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Buttercream too SWEET...how to fix?

post #1 of 14
Thread Starter 
I made a batch of Buttercream for a cake that I'm need to frost this am.

I followed this recipe: Crusting Buttercream Icing

these are the ingredients:
2lbs powdered sugar
1/2 cup of butter
1 1/2 cups solid vegetable shortening
1/3 or 1/4 cup of water ( I used 1/4)
2 tbsp clear vanilla extract
1/4 tsp. almond extract

So I mixed everything fine...the texture looks good... BUT it's way too sweet!!!! This is for a cupcake cake for kids...not sure I want them to eat the frosting the way it is.

Is there anything I can add to the frosting that is already mixed to make it less sweet but still taste good???

PLEASE HELP....

-Jennifer
post #2 of 14
I always put a little bit of salt in my buttercream, you may want to try that. HTH!
post #3 of 14
Too late now, but next time use salted butter, it really will help cut the sweetness! I use an all butter buttercream using only salted butter and no-one complains that it's too sweet. If you are going to add salt to this batch of buttercream, use the really fine stuff (popcorn salt), I've read that normal table salt can leave white/coloured dots in coloured icing. Hope that helps!
AKA: bonjovibabe
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AKA: bonjovibabe
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post #4 of 14
If the recipe is to sweet, then I would try a buttercream that uses less sugar. I posted a French Vanilla buttercream (taste like ice cream) and not overly sweet here;

http://www.cakecentral.com/cake-decorating-ftopict-24229.html
post #5 of 14
Don't do the almond and the vanilla extract. I put a little salt in mine and some lemon juice. If you want the recipie. PM me
I'm like a fart in a bottle i can't decide what to do...
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I'm like a fart in a bottle i can't decide what to do...
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post #6 of 14
That is the recipe that I use as well. Someone told me they loved it but with the cake it was too sweet for her. I tried adding 1/4 tsp. of salt. It helped but I didn't like it. Guess I have a sweet tooth!
post #7 of 14
You really should add some salt. It brings out the flavor of vanilla and cuts the sweetness of the sugar, just a pinch or so.
post #8 of 14
P/S: This recipe on that link is not a crusting buttercream, more like whipped cream. If you must have a crusting buttercream, that means you will need a recipe with more sugar (more sweet.) It is one of those ying and yang (balancing) cake decorating things, lol. Crusting or less sweet, less sweet or crusting...hhmmm?
post #9 of 14
I also add salt and when I do, I dissolve it in the liquid I use. (water in this case) That way it mixes in better.

I've added it in after the buttercream is made too by taking a tiny bit of water (as much as I can get away with without making the icing too soft) and dissolving a bit of salt in it and then mixing again.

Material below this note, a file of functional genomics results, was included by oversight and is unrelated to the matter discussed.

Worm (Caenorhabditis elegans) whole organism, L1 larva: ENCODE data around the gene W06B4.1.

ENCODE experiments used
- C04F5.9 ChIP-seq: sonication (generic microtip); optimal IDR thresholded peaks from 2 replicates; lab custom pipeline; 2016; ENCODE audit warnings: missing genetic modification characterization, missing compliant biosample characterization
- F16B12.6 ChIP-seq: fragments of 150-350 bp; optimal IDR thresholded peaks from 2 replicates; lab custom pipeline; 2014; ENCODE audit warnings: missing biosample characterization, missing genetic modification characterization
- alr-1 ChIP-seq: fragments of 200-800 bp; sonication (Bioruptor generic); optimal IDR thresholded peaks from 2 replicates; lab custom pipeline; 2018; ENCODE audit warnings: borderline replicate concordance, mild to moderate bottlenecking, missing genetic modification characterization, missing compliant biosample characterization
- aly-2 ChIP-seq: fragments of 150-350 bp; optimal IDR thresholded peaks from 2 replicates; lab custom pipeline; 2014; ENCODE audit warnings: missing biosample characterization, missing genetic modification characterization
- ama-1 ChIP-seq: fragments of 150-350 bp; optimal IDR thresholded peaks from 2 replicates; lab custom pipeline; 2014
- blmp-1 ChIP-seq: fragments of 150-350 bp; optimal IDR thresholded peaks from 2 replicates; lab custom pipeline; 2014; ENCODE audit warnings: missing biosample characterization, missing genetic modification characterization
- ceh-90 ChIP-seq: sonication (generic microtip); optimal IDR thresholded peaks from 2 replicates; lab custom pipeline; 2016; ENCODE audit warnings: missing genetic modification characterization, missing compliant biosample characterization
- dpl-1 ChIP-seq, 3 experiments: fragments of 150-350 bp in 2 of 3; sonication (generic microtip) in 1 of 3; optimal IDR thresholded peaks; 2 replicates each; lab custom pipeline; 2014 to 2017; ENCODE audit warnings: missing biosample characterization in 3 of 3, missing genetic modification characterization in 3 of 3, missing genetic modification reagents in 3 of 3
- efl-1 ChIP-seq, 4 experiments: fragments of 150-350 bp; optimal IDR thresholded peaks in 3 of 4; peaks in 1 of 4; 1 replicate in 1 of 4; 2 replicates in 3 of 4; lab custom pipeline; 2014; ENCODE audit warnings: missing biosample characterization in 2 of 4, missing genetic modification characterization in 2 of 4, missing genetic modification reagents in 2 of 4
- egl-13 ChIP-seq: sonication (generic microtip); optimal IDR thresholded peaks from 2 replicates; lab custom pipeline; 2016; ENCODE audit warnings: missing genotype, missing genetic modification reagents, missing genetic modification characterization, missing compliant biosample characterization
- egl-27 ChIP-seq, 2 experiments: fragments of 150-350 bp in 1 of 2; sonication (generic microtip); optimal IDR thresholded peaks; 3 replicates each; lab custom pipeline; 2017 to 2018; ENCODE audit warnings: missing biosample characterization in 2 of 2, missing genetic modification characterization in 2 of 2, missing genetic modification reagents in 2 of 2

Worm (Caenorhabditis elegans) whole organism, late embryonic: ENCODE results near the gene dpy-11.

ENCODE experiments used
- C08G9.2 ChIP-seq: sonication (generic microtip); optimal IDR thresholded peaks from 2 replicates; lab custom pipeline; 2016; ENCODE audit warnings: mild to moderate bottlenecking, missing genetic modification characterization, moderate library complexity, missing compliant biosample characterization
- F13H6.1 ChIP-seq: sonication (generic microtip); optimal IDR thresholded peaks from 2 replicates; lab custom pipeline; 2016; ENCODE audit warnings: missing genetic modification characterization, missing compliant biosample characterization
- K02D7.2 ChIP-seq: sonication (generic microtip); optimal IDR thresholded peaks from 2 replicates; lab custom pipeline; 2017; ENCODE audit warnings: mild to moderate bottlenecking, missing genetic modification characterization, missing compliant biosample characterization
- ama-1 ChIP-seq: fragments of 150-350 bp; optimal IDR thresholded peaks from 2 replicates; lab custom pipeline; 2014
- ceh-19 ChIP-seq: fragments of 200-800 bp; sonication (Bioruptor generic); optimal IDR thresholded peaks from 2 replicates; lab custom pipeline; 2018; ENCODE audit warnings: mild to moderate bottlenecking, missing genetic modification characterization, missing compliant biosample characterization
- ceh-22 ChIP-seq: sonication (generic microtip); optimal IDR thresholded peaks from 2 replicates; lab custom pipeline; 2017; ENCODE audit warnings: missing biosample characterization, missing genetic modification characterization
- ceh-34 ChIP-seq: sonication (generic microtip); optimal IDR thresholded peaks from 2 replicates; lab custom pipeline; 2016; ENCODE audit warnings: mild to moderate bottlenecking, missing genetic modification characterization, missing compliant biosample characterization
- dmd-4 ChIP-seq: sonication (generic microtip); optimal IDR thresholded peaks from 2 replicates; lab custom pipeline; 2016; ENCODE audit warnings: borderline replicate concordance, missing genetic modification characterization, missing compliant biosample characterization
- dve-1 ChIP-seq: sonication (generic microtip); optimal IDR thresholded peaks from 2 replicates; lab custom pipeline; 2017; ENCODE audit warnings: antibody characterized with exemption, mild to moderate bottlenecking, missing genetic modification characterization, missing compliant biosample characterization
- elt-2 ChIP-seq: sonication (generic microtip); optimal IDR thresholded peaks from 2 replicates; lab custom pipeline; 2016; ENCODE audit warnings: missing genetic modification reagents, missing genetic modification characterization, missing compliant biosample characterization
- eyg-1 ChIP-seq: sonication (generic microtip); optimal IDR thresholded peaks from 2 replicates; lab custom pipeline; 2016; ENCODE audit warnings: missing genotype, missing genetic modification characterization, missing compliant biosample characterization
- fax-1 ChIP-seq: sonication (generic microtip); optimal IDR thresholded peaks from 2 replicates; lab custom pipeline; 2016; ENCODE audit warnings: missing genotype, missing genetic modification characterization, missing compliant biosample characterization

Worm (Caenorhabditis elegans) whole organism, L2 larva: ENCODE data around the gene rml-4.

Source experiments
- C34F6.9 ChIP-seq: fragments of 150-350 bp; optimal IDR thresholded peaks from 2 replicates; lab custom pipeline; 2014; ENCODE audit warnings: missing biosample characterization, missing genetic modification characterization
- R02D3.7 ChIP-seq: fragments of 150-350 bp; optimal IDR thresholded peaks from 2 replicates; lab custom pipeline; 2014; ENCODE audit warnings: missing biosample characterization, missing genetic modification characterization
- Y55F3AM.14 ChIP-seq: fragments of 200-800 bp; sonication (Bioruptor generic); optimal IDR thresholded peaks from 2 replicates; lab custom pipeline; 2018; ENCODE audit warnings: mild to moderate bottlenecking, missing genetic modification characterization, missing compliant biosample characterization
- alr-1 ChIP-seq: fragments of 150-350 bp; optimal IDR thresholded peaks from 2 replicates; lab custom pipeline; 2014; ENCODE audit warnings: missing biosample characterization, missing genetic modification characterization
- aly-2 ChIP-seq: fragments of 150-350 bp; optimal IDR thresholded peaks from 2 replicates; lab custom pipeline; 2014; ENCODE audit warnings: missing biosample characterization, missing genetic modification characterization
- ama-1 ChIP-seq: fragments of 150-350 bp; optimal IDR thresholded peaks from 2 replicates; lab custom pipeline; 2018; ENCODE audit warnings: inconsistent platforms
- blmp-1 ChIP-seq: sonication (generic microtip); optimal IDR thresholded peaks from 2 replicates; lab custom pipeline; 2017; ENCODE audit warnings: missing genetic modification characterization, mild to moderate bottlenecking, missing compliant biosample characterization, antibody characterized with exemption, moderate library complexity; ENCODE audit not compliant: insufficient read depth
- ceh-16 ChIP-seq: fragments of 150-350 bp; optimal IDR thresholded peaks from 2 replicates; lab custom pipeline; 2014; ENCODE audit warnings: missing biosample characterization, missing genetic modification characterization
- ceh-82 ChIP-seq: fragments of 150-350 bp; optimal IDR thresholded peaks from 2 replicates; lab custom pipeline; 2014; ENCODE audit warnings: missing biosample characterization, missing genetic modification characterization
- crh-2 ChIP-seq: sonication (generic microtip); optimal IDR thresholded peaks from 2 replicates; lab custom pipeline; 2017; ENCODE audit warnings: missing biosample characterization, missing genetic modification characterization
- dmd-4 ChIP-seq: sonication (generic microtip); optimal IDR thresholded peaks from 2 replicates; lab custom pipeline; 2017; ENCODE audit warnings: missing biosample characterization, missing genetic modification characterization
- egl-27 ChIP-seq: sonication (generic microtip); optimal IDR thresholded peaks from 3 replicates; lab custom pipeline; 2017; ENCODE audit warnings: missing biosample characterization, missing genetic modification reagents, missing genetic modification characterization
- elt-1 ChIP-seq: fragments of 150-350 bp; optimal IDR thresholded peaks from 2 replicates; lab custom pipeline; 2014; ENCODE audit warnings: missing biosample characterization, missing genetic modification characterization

post #10 of 14

I've had this problem on and off with my buttercream.  I don't understand it.  I am starting to wonder if some powdered sugar brands are sweeter than others?  I got the house brand from walmart this time and I am so frustrated!

 

One of my tricks besides adding extra salt and butter extract is adding a little extra whipping cream.  Somehow that adds volume and thereby spreads the sweetness out a little.  I can't add anymore to this batch though...already thin and soft enough!  None of my tricks seem to be working today, though.  Ugh!

post #11 of 14

I also like to mix double/whipping cream - it has a lovely light texture as I want to boak at sweet buttercream.  Works well and a cake full of buttercream is my worst nightmare even my children arent keen.  Here in the UK we just use 1:2 butter to icing sugar we dont add water, veg fat (churning) and a touch of flavouring.  There are other buttercreams - swiss etc.

post #12 of 14

I've noticed working in different kinds of bakeries that when people complain of buttercream being "too sweet," it's because the recipe contains shortening. Vegetable shortening is a chemically altered fat that some bakers prefer to use in place of butter because it has a long shelf like and is less sensitive to heat. However because shortening does not melt at body temperature, it coats the inside of the mouth, prolonging that flavor of sweetness, which for some people results in an undesirable, cloying sensation. Butter melts at body temperature so it makes a more palatable frosting.  

from Kristen at Wicked Goodies http://www.wickedgoodies.net <<blog, tutorials, tips, and videos on baking, cake construction, cake decorating, and modeling chocolate.  

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from Kristen at Wicked Goodies http://www.wickedgoodies.net <<blog, tutorials, tips, and videos on baking, cake construction, cake decorating, and modeling chocolate.  

Reply
post #13 of 14

Brilliant!!!

Thank you!!!

post #14 of 14

Some people add a couple of tablespoons of corn starch to their buttercream to cut the sweetness.  It stands to reason since most powdered sugars have cornstarch as an ingredient that some brands may have a higher ratio of cornstarch to sugar and therefore would not taste quite as sweet when buttercream is made.

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